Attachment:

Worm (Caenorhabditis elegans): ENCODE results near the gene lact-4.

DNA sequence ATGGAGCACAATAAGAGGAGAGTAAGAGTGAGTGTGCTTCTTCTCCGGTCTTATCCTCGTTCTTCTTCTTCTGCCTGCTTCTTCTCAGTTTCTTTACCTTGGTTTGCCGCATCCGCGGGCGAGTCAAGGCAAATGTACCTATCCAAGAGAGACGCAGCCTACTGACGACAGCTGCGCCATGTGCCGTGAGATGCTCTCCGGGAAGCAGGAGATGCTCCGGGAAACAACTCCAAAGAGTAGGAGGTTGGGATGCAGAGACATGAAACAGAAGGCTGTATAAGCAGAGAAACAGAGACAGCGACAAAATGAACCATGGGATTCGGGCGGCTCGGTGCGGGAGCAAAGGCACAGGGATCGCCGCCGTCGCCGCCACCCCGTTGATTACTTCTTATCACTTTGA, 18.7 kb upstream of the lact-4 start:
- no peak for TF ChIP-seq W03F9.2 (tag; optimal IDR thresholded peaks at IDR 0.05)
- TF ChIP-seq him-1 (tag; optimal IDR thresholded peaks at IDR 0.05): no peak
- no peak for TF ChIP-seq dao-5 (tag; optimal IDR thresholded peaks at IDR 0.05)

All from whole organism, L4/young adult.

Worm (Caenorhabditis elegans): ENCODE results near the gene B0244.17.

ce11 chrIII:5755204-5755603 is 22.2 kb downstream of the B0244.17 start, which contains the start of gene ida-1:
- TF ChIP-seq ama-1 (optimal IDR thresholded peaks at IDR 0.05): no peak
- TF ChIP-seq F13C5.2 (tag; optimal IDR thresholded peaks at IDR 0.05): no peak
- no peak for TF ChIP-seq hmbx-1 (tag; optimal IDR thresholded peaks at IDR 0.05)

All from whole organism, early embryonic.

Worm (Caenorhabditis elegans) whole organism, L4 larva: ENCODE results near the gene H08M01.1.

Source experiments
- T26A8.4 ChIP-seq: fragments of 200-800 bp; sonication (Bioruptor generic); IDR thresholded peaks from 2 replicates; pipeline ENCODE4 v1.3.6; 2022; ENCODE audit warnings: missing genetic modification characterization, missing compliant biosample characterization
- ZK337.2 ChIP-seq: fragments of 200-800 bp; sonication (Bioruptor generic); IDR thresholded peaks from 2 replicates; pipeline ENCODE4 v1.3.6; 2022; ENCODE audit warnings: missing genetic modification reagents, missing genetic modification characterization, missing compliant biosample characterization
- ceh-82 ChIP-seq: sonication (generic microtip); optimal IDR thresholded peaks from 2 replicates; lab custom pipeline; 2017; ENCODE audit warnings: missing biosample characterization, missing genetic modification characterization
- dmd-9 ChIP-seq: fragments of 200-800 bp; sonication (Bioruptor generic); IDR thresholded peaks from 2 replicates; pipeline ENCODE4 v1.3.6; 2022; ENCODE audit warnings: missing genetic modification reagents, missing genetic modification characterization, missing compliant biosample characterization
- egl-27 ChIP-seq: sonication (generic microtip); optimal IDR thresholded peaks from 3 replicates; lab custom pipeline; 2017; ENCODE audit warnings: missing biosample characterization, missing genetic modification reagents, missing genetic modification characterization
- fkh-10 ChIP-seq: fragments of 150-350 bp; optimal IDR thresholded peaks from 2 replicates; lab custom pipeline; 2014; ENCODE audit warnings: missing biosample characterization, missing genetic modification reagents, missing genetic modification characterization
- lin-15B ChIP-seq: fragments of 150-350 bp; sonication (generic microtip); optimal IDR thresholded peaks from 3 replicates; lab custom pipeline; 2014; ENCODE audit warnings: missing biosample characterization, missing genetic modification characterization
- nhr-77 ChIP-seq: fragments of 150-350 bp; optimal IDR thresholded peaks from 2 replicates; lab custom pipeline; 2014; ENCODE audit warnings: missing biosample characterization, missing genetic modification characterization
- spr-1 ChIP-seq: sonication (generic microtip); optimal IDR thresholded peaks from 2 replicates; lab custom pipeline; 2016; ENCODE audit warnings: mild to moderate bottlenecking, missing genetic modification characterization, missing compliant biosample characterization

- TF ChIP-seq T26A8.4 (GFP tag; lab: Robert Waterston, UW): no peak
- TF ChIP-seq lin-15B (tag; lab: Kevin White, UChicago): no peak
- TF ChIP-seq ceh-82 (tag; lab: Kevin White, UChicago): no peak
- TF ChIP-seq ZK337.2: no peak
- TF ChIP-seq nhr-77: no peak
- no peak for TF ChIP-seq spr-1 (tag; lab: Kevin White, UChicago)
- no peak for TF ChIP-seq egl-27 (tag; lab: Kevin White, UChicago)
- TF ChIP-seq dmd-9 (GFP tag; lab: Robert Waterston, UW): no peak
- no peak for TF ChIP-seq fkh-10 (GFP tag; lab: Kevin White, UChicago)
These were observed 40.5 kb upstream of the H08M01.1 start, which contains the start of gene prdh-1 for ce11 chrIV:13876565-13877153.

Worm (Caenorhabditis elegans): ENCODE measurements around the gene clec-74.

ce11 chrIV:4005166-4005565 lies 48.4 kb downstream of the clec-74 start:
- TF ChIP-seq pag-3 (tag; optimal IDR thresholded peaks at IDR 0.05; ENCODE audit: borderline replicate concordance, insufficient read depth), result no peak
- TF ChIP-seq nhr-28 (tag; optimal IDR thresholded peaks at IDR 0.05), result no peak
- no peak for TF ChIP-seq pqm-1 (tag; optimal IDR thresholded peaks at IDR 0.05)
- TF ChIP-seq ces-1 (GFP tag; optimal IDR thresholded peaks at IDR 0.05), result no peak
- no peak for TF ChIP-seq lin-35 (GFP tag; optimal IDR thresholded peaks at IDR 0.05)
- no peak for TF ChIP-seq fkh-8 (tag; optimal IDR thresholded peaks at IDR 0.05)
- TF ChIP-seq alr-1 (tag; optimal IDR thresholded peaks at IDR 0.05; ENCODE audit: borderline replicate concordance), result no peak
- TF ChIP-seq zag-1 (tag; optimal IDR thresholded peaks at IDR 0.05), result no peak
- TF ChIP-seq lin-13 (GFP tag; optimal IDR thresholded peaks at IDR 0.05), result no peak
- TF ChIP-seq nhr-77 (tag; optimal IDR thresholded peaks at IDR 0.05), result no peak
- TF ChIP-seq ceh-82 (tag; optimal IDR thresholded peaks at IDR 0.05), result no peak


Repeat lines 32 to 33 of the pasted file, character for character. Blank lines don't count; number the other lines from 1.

- no peak for TF ChIP-seq fkh-10 (GFP tag; lab: Kevin White, UChicago)
These were observed 40.5 kb upstream of the H08M01.1 start, which contains the start of gene prdh-1 for ce11 chrIV:13876565-13877153.